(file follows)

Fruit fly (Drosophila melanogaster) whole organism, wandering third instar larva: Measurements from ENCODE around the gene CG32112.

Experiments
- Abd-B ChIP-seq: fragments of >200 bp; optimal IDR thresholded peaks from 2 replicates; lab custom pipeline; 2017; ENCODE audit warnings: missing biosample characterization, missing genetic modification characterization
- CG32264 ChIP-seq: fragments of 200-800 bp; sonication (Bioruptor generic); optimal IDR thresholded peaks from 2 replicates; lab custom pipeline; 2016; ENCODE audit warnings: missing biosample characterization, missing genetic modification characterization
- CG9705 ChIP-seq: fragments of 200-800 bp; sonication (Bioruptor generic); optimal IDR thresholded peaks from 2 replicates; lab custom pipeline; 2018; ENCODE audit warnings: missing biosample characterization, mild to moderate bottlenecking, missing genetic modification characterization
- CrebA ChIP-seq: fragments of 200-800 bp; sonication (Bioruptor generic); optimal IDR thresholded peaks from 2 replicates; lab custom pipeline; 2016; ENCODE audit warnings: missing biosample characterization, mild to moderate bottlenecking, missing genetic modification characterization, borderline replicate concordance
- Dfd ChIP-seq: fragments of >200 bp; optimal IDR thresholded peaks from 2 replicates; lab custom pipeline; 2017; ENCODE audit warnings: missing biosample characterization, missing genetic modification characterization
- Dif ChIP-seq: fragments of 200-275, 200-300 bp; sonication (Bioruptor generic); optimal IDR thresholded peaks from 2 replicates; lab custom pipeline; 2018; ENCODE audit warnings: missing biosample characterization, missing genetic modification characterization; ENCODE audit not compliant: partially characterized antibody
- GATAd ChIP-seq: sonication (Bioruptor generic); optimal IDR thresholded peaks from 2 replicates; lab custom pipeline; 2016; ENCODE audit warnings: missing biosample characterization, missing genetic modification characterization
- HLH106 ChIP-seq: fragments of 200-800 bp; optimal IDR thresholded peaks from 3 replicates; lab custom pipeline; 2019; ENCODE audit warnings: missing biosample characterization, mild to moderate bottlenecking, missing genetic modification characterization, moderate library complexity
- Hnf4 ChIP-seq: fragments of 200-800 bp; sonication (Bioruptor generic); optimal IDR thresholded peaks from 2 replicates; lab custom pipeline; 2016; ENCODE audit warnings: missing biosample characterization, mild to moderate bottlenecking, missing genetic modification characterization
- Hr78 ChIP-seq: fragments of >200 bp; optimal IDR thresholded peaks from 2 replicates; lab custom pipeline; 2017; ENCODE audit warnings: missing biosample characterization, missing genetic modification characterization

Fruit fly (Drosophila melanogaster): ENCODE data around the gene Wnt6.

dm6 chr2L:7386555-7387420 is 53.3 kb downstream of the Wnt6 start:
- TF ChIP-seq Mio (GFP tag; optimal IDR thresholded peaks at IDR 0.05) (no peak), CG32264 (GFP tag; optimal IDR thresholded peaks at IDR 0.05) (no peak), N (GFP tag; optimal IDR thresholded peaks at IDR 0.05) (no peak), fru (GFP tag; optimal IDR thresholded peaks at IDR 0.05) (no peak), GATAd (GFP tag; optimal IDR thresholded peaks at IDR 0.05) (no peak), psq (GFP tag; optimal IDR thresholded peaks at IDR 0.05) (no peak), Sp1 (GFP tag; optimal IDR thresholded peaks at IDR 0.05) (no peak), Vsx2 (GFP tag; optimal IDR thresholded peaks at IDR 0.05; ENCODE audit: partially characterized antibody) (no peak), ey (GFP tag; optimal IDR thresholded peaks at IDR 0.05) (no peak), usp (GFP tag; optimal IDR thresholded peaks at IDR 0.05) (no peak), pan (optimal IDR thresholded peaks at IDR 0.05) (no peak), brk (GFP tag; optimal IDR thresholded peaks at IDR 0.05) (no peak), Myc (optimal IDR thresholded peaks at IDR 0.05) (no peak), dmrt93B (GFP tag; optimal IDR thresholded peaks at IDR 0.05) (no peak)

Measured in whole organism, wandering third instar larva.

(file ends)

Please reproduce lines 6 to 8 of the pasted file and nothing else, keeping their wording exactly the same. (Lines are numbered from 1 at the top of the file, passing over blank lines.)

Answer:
- CrebA ChIP-seq: fragments of 200-800 bp; sonication (Bioruptor generic); optimal IDR thresholded peaks from 2 replicates; lab custom pipeline; 2016; ENCODE audit warnings: missing biosample characterization, mild to moderate bottlenecking, missing genetic modification characterization, borderline replicate concordance
- Dfd ChIP-seq: fragments of >200 bp; optimal IDR thresholded peaks from 2 replicates; lab custom pipeline; 2017; ENCODE audit warnings: missing biosample characterization, missing genetic modification characterization
- Dif ChIP-seq: fragments of 200-275, 200-300 bp; sonication (Bioruptor generic); optimal IDR thresholded peaks from 2 replicates; lab custom pipeline; 2018; ENCODE audit warnings: missing biosample characterization, missing genetic modification characterization; ENCODE audit not compliant: partially characterized antibody